On Thursday it rained up to the summits and now the old snow has settled and has a decent crust on it with some fresh, cold, dry snow on top. The skiing today at Nevis Range was lovely in the fresh snow from last night. There were a few icy patches to be wary of but in genreal it was really good fun to be out skiing. Well done to Nevis Range for getting anything open today after a ferocious week of weather! The skiing was pretty good in some Glencoe Gullies such as Broad Gully and Boomerang Gully too.
In all the stormy weather and with some thaw freeze action, ice has been forming too. Up on Ben Nevis, all the big ridges are well filled in with snow now, the gullies are full and topped with cornices, and there is ice forming on the mid-grade routes as well as the steeper classics. After a few more thaw freeze cycles next week there might be some very nice ice climbing to enjoy soon(ish).
Meanwhile, mixed climbs such as The Great Chimney and Jacknife have been climbed and today there was some rime on high buttresses and plenty of snow on the ledges.
Will it still be good in February? Well, nobody knows, but we have places left on our Performance Winter Climbing Workshop on 22nd and 23rd February so I hope so!
The weather has been terrible this week. Part of my shed roof got blown off on Monday and streets have been flooded in Caol, despite being used to a bit of rain every now and again. Today was a very good day though, a big change in the weather caused by a ridge of high pressure giving us a freeze and fresh snow down to 500m or so. Light winds and just a few clouds way above the tops made the views very good too.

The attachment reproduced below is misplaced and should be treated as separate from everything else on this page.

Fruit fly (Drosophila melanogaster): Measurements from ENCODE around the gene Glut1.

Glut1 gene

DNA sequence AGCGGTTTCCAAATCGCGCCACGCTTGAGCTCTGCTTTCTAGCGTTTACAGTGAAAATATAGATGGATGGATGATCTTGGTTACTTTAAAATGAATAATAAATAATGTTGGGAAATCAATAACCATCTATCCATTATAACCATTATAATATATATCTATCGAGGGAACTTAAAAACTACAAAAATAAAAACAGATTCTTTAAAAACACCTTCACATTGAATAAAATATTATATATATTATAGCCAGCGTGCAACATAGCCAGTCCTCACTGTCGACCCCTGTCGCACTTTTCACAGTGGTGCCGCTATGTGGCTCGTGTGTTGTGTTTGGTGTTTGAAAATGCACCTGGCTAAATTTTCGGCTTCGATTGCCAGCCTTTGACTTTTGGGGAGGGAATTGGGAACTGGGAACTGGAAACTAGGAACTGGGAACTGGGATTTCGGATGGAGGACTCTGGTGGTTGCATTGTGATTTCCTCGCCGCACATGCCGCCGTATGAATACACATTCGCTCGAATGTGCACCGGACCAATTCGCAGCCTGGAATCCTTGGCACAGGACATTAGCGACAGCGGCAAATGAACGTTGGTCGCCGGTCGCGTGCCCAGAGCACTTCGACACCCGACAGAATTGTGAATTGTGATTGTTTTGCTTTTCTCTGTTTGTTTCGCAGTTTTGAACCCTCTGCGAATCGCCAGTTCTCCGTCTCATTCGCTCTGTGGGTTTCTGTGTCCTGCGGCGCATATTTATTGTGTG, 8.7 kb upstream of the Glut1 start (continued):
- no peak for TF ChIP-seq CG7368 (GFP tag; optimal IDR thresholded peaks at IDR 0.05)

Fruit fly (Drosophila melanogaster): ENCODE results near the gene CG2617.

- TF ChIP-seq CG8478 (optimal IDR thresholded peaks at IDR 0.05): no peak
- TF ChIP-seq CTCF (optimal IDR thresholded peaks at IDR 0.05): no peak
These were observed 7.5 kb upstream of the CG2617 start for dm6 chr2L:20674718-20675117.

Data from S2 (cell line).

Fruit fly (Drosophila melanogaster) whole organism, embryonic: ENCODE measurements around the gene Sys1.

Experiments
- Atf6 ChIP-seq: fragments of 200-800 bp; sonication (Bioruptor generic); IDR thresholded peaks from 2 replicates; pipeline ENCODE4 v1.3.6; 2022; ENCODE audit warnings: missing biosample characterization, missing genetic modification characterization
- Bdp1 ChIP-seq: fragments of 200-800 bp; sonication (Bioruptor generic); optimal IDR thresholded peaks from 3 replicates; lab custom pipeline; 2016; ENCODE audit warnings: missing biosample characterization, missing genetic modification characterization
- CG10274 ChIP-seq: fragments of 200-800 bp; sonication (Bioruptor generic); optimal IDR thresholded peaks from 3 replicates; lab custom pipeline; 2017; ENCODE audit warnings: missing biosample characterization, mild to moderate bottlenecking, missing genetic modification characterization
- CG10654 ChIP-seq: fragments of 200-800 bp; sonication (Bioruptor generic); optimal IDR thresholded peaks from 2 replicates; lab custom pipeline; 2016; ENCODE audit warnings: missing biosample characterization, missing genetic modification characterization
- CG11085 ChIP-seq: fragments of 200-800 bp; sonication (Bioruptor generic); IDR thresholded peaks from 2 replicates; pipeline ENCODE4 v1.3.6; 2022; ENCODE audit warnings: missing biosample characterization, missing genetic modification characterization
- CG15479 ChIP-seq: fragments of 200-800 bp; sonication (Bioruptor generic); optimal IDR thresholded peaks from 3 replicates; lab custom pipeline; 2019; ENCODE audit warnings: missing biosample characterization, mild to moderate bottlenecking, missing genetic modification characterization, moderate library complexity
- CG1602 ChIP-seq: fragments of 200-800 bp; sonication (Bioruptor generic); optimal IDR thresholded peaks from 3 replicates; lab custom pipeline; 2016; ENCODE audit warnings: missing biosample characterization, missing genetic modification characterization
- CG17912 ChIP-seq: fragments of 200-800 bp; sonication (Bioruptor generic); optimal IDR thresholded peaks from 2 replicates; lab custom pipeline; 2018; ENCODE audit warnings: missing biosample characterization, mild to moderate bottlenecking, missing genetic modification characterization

Nigel and I had planned to go out climbing on Monday, and I'm very glad he was able to change to today. We went up to Coire na Ciste on Ben Nevis to see what was there. We found a little fresh snow that freshened up the look of the place, making it look and feel much more wintry. The snow has blown in to the heads of the big gullies but hasn't added much to the snow pack. The rocks were not rimed below about 1250m and most of the buttresse were black. However, the old snow was very nicely frozen and there was just a tiny bit more ice than there was on Friday of last week. It was +15C at sea level at the start of the week but even this didn't strip everything!
If I had a pair of ropes today instead of just one single rope, I would have gone to climb Green Gully. That's not to say it would be steady away grade IV ice climbing, it would not be! But it did look like there would be enough ice and build up of snow-ice to make it possible to climb with a few hooks and steps on rock. A strong Swiss team climbed Two Step Corner on thin and patchy ice before finishing up Quickstep (I think) on true mixed ground. The mid-grade gullies on Creag Coire na Ciste are still basically bare of ice. Glover's Chimney has no ice on the first pitch but the rest of it is fine! Bumber Two Gully and the big easy gullies are all complete apart from Number Five Gully and the Castle Gullies.
Nigel and I took some variations to the normal route of Number Three Gully Buttress. We went right and up a groove after the first ice pitch, theen right and up another groove to get straight onto the rock step of the normal route. This is a really nice variation that adds a lot more climbing but at the same grade. There are many different finishes to the route and we took the most exciting! Straight up from the last belay is a thin chimney that gets you onto a ramp going right to a brilliant wee pedestal in a fantastic position. Climb this and step off the top to the top of the crag.